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Michelle Carter's Conviction Upheld In Suicide Texting Case
Carter had been convicted of involuntary manslaughter for urging Conrad Roy III to kill himself when they were both teenagers.
The involuntary manslaughter conviction of a young woman who encouraged her boyfriend through dozens of text messages to kill himself was upheld Wednesday by Massachusetts' highest court.
The state's Supreme Judicial Court agreed with a lower court judge who found that Michelle Carter caused Conrad Roy III's death when she told him to "get back in" his truck that was filling with toxic gas after he told her he was scared. The judge said Carter had a duty to call the police or Roy's family when she knew he was killing himself.
"And then after she convinced him to get back into the carbon monoxide filled truck, she did absolutely nothing to help him: she did not call for help or tell him to get out of the truck as she listened to him choke and die," Justice Scott Kafker wrote in the Supreme Judicial Court's ruling.
However, her lawyers say they will continue to examine all legal options, including a possible appeal to the U.S. Supreme Court.
Carter was originally convicted in 2017 and sentenced to 15 months in prison. She has remained free while she pursues the appeals.
Carter's lawyers noted the only evidence she instructed Roy to get back in the truck was a long, rambling text she sent to a friend two months later in which she called Roy's death her fault.
Carter was 17 when Roy, 18, was found dead of carbon monoxide poisoning in July 2014.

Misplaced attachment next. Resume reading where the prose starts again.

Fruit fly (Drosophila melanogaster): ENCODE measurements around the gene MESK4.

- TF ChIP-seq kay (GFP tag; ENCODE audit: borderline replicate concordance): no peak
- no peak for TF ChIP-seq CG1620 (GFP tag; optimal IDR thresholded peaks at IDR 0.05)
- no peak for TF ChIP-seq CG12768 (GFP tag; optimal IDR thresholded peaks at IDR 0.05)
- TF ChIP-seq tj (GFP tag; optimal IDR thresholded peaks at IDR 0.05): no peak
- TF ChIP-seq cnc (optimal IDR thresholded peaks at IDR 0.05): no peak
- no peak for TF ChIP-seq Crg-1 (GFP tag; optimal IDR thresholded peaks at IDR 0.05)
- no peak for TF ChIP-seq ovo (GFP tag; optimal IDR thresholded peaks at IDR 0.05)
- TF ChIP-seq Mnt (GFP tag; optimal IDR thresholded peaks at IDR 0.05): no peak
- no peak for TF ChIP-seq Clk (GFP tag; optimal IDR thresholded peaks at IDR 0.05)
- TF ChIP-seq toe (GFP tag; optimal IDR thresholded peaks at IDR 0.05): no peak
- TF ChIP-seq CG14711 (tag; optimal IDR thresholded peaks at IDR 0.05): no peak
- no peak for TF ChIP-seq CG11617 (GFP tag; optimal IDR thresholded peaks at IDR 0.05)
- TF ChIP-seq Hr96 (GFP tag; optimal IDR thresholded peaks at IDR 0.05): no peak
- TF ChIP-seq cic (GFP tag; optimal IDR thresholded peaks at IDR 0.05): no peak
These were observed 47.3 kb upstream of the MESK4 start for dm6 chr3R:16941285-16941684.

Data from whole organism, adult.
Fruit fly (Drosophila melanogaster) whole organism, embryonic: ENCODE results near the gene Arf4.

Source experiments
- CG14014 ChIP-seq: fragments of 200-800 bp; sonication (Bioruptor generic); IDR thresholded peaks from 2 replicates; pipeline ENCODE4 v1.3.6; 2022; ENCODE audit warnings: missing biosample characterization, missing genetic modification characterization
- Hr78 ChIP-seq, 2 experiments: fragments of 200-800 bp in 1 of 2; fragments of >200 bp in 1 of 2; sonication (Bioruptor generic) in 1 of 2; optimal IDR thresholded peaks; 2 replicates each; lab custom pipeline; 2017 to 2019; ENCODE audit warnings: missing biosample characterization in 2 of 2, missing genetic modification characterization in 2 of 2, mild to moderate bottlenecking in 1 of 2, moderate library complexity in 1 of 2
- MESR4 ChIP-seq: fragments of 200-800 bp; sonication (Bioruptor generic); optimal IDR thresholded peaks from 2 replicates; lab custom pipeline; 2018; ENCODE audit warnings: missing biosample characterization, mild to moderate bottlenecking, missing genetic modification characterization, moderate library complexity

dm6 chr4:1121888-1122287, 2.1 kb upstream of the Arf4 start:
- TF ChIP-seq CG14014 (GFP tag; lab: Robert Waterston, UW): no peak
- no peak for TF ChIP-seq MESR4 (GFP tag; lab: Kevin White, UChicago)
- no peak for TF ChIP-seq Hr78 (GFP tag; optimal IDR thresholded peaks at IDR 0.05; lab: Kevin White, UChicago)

Last year, her defense team wrote in their application for the appeal: "Carter is the first defendant to have been convicted of killing a person who took his own life, even though she neither provided the fatal means nor was present when the suicide occurred. Nothing in Massachusetts law made clear to 17-year-old Carter, or anyone else, that such circumstances could constitute involuntary manslaughter."
Prosecutors had argued Carter could have stopped Roy from killing himself, but instead bullied him into going through with his plan through text messages that became more insistent as he delayed.
"I thought you wanted to do this. The time is right and you're ready — just do it babe," she wrote.
"You're finally going to be happy in heaven. No more pain. It's okay to be scared and it's normal. I mean, you're about to die," Carter wrote in another.
Crater’s appeal questions if the evidence presented at her trial actually proved beyond a reasonable doubt that Carter was liable for failing to stop her boyfriend from ending his life, The Boston Globe reported. Carter's lawyers argued she can't be convicted because of her words alone. Her attorney also told the court there was no evidence it would have made a difference if she had called for help, saying she didn't even know where his truck was parked.
"We can all see from the text messages that Michelle Carter did not force Conrad Roy to kill himself," Attorney Daniel Marx told the court in October.
Carter and Roy lived in Massachusetts but met in Florida in 2012 while both on vacation with their families. Their relationship consisted mainly of texting and other electronic communications. Both teens struggled with depression.
A psychiatrist who testified for the defense during Carter’s trial said that Roy wasn’t the only one in their relationship who was troubled. He claimed Carter genuinely thought she was helping Roy by encouraging him to end his life. She was on medication for her own issues at the time and suffered suicidal thoughts, the psychiatrist testified. The prosecution accused Carter of wanting the sympathy and attention that came with being the "grieving girlfriend." They stated that texts to friends demonstrated that she wanted to become famous for her boyfriend’s suicide.
Carter had also been treated for anorexia, and Roy had made earlier suicide attempts.
The Associated Press contributed to this report.
[Photo: Getty Images]